Morag Donkin, Mavisbank II, 2013.
Scottish artist Morag Donkin explores the origins of her layered landscapes with postcardwall’s Sophie Hill.
You say that your compositions are inspired by photographs taken on local walks; do you ever paint from life?
I very rarely paint from life. My research for new paintings often comes from cinematic imagery. Currently, I am working on a series of 3 paintings that has the potential to turn into 5. I am using photographs I have taken in Aviemore, in the Highlands. I like to translate the effects of the photographs into the painting as a way of developing their relationship with film. Often my skies will be very non-descript because they appear whited out in the photographs. I like the stark, severe look it creates. It also makes creating atmosphere a challenge, but I enjoy overcoming that.
Morag Donkin, Tyninghame Woods, 2013.
Is the emptiness of your landscapes, or the omission of any figures, deliberate?
Sometimes figures appear, sometimes not. But I always feel I create a human presence. The viewer brings themselves to the work. I paint images from public walkways quite a lot. I observe the places that have been earmarked as spots of beauty. But for me, that is always contrasted with my own apprehension of these remote places. I personally don’t find forests to be relaxing, but perhaps I am quite a nervous person. My work allows the viewer to become an outside observer of these locations, though sometimes I will include a figure for scale or focus.
Your use of colour is bright and often has a luminous, even lurid, quality; do you see this as a way of unnerving the viewer?
Not unnerving, maybe disorientating the viewer would be more accurate. It takes the imagery away from what is perhaps a correct or ordinary representation. I like to build depth into my work using thin layers of colour, starting often with a free-flowing layer of ink. I love the way ink will bleed into a surface. I can then play with the forms it makes and draw this into an image. Trying different materials and techniques is a huge part of my practice. I have a part-time job at an art shop so I am perhaps more exposed to a greater variety of mediums than other artists.
Morag Donkin, Iceland, 2013.
There is a wonderful sense of movement in many of your paintings; scenes appear almost blurred with its intensity. Where does this movement stem from?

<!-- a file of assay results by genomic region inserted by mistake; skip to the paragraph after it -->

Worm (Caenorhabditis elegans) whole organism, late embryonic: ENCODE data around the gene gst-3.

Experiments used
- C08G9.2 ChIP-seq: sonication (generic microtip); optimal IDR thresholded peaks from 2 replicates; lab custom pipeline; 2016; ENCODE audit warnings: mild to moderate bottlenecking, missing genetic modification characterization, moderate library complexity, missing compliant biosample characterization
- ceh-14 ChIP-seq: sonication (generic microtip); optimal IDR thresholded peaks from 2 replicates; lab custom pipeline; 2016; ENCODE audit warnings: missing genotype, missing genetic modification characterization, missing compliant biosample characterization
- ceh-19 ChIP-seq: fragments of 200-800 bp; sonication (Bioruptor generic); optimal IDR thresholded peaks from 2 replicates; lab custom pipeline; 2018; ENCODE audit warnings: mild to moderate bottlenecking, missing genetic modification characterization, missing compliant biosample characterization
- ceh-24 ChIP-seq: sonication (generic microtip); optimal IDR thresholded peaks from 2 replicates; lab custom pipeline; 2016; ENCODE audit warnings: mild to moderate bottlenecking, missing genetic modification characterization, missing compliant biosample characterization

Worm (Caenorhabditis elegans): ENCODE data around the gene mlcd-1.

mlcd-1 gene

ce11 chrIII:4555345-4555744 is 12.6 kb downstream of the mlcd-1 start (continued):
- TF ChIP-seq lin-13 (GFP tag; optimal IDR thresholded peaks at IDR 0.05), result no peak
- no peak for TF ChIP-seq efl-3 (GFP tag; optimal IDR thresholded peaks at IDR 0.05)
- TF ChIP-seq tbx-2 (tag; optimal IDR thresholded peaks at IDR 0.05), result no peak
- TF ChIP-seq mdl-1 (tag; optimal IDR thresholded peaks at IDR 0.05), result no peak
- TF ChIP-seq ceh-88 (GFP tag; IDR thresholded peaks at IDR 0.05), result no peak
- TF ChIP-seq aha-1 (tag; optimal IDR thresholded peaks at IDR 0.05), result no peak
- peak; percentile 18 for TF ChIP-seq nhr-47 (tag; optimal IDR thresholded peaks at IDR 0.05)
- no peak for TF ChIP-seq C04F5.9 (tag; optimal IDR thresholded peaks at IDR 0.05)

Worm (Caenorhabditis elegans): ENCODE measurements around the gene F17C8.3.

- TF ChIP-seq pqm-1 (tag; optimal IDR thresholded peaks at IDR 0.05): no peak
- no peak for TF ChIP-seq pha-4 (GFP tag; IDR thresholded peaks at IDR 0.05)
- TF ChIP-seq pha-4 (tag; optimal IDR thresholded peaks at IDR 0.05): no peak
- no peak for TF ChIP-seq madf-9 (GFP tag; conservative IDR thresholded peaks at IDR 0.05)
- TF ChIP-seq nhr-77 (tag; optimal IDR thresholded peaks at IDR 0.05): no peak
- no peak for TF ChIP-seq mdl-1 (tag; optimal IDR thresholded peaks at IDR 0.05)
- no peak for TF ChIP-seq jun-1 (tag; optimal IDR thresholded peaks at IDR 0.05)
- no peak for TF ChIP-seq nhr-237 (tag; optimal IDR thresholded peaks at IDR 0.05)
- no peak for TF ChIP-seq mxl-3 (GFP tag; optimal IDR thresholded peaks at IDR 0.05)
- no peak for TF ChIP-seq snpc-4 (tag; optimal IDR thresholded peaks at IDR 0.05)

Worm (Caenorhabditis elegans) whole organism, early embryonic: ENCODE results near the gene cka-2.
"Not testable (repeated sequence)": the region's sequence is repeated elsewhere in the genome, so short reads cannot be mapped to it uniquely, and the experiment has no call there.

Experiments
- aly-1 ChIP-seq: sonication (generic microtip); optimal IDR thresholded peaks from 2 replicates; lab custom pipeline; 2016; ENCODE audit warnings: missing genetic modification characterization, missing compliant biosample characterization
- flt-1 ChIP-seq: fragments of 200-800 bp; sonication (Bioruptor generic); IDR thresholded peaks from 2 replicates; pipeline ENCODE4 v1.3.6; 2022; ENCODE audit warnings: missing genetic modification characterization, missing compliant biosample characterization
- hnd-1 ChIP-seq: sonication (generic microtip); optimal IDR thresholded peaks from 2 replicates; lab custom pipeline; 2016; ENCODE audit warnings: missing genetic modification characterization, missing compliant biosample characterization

I think this is again due to my layering of colours. The materials have a certain degree of freedom to move naturally within a piece. The way paint reacts on a surface is something I find really interesting, and I like to try and preserve interesting passages of paint in my work.
Your paintings are seeped with a wild sense of untamed countryside; do you think you could paint urban landscapes in the same way?
I have painted a few scenes of Edinburgh while studying at the art college there, with a certain level of success. But I find the way I use paint is far more suited to scenes of foliage and nature. The clean lines of the urban landscape have limited appeal to me, but I would never rule it out completely. Now and again I take a photograph in town that I feel really compelled to paint. Buildings create good narrative.
Morag Donkin, Iceland II, 2013.
Your paintings almost appear to the eye in layers, as each component is built up in strong colour. Do you make work this way, pausing before adding to the canvas?
That is a strong observation on my technique in oil painting. I work with translucent colours so that layers are visible and as a way of not losing too much of the language of the paint below the surface. Oil painting gives you a lot of time to consider each layer. You live with the image in certain states of completion while it dries. It is a very reflective way of working that allows you to connect with the painting as an artist.
Morag Donkin has recently graduated from Edinburgh College of Art with a BA Honours in Painting. Donkin will be exhibiting three new works at The Fleming Collection, London from the end of March as part of the Fleming-Wyfold Award.